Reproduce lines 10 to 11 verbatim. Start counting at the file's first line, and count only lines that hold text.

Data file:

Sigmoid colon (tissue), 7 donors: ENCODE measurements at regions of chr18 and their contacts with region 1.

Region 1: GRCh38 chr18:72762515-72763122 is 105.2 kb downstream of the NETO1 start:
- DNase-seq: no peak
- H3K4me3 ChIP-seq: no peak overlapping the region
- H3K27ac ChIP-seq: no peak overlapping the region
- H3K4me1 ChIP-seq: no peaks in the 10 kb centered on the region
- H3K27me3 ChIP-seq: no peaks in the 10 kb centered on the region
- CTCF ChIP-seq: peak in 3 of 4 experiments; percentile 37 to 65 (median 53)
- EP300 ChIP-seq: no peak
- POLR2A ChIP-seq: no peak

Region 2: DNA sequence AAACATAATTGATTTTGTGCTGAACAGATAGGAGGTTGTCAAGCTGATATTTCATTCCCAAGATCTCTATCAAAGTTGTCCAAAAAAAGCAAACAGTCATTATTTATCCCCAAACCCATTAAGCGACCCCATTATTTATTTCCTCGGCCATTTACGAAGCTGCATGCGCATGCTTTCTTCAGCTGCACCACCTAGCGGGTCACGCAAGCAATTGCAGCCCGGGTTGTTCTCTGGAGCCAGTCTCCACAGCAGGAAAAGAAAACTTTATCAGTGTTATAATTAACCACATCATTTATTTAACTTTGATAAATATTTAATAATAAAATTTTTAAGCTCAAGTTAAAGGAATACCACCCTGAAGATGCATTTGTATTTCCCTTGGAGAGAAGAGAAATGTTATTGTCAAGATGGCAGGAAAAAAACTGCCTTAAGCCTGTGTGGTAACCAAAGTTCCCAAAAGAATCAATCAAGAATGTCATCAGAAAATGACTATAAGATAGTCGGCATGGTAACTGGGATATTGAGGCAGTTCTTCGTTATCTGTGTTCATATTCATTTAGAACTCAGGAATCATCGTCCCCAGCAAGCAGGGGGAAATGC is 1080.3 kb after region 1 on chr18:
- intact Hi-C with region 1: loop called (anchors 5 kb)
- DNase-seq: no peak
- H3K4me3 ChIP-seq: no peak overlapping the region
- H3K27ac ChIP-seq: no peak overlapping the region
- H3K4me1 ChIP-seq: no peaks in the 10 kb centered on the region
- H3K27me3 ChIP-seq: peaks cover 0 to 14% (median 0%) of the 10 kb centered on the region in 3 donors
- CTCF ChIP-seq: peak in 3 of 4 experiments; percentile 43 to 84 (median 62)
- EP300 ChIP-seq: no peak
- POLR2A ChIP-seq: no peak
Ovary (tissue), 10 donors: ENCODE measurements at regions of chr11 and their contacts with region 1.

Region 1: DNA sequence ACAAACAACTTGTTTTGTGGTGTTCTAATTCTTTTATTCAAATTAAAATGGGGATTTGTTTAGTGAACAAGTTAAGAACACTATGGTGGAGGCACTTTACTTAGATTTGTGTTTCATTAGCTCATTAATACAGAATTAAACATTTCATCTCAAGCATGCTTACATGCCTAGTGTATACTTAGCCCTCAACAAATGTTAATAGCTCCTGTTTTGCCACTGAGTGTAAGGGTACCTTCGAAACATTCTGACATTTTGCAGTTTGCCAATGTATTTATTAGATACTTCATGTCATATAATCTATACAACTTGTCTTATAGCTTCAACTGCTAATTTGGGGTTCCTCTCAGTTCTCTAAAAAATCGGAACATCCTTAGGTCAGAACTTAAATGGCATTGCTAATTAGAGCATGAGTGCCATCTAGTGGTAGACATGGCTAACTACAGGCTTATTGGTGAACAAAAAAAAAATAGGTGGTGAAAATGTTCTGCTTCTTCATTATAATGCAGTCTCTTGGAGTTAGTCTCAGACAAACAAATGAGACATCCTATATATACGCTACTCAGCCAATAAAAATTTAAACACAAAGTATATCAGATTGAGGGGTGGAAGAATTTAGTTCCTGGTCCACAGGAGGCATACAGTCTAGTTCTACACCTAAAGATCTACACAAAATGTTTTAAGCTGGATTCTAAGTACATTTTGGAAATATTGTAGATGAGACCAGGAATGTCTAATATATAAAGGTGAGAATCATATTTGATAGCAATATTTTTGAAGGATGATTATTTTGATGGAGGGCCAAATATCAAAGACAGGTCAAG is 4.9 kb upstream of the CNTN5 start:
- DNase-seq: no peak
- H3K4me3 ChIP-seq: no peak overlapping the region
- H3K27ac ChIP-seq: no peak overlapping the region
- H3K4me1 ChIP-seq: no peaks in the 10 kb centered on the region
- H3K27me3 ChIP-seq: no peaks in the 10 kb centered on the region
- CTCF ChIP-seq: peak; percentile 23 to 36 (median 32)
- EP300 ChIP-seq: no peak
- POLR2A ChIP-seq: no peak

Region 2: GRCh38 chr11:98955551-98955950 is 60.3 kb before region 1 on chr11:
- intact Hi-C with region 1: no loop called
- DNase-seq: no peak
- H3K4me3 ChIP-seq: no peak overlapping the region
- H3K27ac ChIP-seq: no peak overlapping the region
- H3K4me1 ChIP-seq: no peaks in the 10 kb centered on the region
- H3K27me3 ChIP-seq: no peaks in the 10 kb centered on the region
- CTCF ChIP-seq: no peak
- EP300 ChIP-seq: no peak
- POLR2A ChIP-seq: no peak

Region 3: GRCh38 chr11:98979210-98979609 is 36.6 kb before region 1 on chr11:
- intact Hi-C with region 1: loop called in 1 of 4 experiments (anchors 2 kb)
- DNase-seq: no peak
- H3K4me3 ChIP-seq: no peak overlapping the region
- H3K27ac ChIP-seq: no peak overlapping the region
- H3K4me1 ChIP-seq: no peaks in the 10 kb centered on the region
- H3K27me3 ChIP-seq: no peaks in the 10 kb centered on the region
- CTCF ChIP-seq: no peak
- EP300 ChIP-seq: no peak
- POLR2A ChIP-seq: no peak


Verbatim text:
- POLR2A ChIP-seq: no peak

Region 2: DNA sequence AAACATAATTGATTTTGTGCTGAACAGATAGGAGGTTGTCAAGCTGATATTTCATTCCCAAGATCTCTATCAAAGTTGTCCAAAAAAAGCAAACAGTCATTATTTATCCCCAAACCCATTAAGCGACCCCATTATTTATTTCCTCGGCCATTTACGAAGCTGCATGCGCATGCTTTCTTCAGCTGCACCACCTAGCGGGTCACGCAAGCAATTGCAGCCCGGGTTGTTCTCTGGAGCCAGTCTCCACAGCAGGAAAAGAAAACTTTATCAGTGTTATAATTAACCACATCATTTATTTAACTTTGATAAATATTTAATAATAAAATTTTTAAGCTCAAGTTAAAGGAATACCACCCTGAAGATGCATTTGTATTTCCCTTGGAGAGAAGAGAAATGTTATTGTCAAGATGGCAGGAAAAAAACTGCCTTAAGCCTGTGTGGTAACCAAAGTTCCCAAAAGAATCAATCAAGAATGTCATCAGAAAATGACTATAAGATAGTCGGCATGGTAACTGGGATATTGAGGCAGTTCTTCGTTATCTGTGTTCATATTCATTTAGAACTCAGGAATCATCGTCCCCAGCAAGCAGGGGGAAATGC is 1080.3 kb after region 1 on chr18: